Calls and Responses: The American Novel of Slavery since Gone with the Wind
LSU Press, 2008 M06 1 - 272 páginas
In this comprehensive, groundbreaking study, Tim A. Ryan explores how American novelists since World War I have imagined the institution of slavery and the experience of those involved in it. Complicating the common assumption that authentic black-authored fiction about slavery is starkly opposed to the traditional, racist fiction (and history) created by whites, Ryan suggests that discourses about American slavery are -- and have always been -- defined by connections rather than disjunctions. Ryan contends that African American writers didn't merely reject and move beyond traditional portrayals of the black past but rather actively engaged in a dynamic dialogue with white-authored versions of slavery and existing historiographical debates. The result is an ongoing cultural conversation that transcends both racial and disciplinary boundaries and is akin to the call-and-response style of African American gospel music.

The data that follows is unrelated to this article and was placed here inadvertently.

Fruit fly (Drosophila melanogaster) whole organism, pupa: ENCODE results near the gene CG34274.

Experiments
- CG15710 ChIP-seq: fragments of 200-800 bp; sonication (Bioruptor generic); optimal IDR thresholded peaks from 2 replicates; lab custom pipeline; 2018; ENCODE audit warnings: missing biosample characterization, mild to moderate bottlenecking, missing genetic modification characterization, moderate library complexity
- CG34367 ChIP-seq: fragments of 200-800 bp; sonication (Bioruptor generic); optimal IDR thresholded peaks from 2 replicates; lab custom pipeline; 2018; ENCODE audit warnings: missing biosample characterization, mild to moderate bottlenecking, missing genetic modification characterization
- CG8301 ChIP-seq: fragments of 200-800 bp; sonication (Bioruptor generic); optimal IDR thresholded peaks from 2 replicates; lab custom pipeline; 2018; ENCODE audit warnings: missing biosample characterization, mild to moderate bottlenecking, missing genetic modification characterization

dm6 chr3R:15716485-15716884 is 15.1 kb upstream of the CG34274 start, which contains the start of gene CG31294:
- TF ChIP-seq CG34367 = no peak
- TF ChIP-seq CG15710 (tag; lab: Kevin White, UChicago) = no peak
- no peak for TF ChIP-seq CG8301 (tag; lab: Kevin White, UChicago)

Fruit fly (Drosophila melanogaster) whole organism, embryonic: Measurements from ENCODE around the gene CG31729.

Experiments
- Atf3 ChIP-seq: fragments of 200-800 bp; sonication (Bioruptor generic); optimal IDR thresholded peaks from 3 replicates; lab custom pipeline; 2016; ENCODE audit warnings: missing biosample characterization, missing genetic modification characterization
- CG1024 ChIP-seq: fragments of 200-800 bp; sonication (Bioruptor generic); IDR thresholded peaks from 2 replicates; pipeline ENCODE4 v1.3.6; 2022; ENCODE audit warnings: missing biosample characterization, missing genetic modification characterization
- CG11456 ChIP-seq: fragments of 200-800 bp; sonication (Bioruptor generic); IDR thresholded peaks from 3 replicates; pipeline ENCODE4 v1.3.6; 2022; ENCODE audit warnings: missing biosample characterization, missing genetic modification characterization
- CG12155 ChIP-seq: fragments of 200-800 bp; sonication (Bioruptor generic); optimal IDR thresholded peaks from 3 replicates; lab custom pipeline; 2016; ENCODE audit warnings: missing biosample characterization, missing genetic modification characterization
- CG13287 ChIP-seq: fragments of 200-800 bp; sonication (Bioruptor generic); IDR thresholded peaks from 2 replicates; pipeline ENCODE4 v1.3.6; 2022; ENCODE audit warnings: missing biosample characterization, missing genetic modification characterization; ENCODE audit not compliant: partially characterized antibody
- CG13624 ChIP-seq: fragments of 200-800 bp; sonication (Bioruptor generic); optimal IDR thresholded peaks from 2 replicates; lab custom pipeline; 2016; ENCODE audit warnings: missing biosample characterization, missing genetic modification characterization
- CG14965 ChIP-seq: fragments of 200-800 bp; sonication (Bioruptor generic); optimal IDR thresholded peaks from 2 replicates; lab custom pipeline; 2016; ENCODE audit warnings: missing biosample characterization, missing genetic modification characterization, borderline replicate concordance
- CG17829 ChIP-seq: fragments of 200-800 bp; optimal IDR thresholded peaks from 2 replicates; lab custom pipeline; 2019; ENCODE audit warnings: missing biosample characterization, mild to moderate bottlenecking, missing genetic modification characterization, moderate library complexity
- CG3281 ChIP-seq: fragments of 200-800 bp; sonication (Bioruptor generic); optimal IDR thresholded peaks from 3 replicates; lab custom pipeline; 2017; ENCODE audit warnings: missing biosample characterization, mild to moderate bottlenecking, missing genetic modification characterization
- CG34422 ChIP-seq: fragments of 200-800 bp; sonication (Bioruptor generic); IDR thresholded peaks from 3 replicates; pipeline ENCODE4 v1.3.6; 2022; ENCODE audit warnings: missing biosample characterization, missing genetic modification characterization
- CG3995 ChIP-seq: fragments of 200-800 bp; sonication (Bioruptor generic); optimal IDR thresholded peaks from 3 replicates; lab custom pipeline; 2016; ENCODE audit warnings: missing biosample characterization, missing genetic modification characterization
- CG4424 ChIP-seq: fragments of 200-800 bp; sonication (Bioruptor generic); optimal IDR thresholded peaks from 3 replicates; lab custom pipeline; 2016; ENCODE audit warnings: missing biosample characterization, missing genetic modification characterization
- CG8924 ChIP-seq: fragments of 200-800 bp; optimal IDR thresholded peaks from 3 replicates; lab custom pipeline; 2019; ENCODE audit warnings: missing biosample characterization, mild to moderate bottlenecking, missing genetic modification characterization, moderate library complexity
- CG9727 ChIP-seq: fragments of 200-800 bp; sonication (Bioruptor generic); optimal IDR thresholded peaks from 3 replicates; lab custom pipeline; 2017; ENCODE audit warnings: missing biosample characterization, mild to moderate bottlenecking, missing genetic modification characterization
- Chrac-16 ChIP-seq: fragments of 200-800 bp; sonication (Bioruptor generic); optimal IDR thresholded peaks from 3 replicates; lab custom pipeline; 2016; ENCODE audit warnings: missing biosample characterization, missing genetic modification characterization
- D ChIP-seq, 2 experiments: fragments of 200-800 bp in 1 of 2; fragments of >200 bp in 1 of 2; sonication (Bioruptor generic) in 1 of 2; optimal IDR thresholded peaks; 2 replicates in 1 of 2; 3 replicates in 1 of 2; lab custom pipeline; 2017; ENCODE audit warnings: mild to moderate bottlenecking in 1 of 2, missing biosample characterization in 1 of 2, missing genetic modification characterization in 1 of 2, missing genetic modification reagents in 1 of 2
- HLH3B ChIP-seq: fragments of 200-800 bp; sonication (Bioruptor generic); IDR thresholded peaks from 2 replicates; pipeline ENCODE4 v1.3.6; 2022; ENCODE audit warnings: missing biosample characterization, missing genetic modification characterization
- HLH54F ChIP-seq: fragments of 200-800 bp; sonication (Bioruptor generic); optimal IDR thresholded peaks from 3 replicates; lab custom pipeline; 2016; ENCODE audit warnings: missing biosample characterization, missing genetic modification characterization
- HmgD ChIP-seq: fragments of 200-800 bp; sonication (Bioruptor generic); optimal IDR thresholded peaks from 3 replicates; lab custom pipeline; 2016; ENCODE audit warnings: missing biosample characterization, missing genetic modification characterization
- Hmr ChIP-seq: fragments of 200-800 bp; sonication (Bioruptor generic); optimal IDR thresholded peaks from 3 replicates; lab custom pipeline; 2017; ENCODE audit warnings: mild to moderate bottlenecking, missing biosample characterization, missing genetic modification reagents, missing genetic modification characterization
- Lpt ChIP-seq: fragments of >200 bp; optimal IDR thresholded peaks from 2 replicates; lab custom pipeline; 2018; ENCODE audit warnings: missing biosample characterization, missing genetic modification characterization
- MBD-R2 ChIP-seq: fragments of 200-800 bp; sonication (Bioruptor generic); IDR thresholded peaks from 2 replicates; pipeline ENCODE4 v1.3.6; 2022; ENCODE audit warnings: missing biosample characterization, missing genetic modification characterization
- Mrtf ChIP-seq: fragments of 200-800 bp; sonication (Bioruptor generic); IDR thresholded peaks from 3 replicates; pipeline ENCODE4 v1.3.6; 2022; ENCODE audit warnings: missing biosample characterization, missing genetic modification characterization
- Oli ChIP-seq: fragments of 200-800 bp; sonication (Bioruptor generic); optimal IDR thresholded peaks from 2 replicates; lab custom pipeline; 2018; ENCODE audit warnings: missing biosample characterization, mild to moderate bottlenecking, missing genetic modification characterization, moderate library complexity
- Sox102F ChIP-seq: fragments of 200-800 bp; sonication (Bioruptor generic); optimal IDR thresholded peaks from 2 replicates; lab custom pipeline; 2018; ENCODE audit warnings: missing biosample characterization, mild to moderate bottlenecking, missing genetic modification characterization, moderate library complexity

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Calls and Responses: The American Novel of Slavery Since Gone with the Wind
Tim A. Ryan
Vista previa limitada - 2008